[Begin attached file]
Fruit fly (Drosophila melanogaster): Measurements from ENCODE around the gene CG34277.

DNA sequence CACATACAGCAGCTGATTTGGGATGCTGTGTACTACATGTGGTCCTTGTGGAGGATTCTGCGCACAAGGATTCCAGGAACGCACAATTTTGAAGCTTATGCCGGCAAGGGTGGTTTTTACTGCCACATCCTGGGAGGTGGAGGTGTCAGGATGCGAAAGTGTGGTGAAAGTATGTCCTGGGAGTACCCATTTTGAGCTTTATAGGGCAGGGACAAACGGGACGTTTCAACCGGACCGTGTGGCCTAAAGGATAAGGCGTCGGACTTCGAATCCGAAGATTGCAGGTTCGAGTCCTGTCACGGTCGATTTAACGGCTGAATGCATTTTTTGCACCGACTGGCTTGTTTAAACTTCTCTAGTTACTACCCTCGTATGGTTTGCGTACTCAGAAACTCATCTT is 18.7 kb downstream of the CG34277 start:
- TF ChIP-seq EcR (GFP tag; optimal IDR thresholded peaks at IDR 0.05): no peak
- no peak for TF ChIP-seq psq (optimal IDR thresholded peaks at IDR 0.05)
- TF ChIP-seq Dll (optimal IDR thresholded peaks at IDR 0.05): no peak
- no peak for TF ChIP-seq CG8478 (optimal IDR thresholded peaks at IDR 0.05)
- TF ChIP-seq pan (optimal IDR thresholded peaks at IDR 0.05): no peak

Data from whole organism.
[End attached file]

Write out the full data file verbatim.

Fruit fly (Drosophila melanogaster): Measurements from ENCODE around the gene CG34277.

DNA sequence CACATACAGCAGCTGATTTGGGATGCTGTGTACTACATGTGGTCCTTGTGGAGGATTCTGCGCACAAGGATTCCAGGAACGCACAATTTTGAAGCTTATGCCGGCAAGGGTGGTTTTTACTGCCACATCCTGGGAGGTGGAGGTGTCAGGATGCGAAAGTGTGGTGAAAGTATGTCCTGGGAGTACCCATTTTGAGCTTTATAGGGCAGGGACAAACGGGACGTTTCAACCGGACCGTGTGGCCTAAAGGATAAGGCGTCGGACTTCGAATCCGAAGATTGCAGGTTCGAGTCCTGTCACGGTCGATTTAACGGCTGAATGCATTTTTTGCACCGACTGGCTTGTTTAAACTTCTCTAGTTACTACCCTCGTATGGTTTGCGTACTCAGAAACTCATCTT is 18.7 kb downstream of the CG34277 start:
- TF ChIP-seq EcR (GFP tag; optimal IDR thresholded peaks at IDR 0.05): no peak
- no peak for TF ChIP-seq psq (optimal IDR thresholded peaks at IDR 0.05)
- TF ChIP-seq Dll (optimal IDR thresholded peaks at IDR 0.05): no peak
- no peak for TF ChIP-seq CG8478 (optimal IDR thresholded peaks at IDR 0.05)
- TF ChIP-seq pan (optimal IDR thresholded peaks at IDR 0.05): no peak

Data from whole organism.